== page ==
Online Shopping Stores
Today, however, that economic reality is well established. The research firm Forrester estimates that e-commerce is now approaching $200 billion in revenue in the United States alone and accounts for 9% of total retail sales, up from 5% five years ago. The corresponding figure is about 10% in the United Kingdom, 3% in Asia-Pacific, and 2% in Latin America. Globally, digital retailing is probably headed toward 15% to 20% of total sales, though the proportion will vary significantly by sector. Moreover, much digital retailing is now highly profitable. Amazon’s five-year average return on investment, for example, is 17%, whereas traditional discount and department stores average 6.5%.
What we are seeing today is only the beginning. Soon it will be hard even to define e-commerce, let alone measure it. Is it an e-commerce sale if the customer goes to a store, finds that the product is out of stock, and uses an in-store terminal to have another location ship it to her home? What if the customer is shopping in one store, uses his smartphone to find a lower price at another, and then orders it electronically for in-store pickup? How about gifts that ordered from a website but exchanged at a local store? Experts estimate that digital information already influences about 50% of store sales, and that number is growing rapidly.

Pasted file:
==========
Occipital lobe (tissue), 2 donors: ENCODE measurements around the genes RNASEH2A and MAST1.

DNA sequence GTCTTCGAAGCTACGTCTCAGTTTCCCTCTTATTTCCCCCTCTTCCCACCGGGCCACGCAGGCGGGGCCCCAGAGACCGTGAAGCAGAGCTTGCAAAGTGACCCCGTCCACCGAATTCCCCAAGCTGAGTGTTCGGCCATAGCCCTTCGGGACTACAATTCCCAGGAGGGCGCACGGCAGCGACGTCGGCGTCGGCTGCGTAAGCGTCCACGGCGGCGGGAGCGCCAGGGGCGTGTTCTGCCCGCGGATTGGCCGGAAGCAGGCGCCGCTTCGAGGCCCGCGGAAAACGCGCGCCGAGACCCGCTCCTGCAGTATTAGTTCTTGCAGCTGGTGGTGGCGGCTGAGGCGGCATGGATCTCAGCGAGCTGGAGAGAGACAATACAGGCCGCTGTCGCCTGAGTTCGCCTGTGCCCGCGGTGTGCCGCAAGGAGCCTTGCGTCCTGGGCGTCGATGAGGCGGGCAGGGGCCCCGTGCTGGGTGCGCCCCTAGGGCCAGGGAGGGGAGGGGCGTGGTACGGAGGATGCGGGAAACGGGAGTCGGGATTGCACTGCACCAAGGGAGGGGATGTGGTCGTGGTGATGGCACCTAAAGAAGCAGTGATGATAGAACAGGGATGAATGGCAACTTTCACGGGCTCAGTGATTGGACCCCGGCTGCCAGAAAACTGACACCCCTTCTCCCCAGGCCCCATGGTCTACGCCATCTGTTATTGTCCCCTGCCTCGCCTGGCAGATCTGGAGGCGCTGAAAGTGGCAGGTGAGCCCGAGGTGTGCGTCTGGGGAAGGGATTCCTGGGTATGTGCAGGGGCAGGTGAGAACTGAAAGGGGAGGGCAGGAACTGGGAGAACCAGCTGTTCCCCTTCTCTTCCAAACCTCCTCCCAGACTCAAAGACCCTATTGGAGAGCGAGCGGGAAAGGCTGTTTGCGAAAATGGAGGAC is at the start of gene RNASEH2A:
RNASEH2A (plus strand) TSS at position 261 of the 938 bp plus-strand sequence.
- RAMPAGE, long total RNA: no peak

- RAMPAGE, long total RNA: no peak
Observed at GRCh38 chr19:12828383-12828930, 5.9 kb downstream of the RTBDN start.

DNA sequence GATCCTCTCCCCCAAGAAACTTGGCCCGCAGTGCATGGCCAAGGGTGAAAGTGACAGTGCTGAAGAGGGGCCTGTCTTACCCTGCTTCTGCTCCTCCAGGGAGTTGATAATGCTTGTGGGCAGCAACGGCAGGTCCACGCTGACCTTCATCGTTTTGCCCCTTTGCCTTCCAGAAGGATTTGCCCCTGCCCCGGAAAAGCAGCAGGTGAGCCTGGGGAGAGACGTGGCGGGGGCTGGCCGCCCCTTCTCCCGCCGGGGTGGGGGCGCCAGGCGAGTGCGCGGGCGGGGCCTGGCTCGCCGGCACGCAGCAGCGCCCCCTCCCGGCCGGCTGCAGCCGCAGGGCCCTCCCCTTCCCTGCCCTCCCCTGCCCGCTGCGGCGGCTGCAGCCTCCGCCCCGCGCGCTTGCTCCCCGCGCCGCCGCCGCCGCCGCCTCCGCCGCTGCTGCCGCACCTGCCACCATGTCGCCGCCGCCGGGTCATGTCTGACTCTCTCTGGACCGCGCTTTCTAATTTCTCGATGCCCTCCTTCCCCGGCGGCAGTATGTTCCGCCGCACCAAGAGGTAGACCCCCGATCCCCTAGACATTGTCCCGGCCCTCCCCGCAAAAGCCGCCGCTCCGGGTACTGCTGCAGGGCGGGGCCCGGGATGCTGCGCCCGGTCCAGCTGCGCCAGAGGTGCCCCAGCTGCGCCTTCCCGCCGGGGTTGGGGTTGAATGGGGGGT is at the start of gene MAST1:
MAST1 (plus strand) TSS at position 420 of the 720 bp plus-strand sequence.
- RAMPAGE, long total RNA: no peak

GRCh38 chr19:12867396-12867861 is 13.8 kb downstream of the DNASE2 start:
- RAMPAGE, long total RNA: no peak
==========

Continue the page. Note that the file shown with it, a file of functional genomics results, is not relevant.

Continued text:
As it evolves, digital retailing is quickly morphing into something so different that it requires a new name: omnichannel
retailing. The name reflects the fact that retailers will be able to interact with customers through countless channels—
websites, physical stores, kiosks, direct mail and catalogs, call centers, social media, mobile devices, gaming consoles,
televisions, networked appliances, home services, and more. Unless conventional merchants adopt an entirely new
perspective—one that allows them to integrate disparate channels into a single seamless omnichannel experience—
they are likely to swept away. Online Shopping stores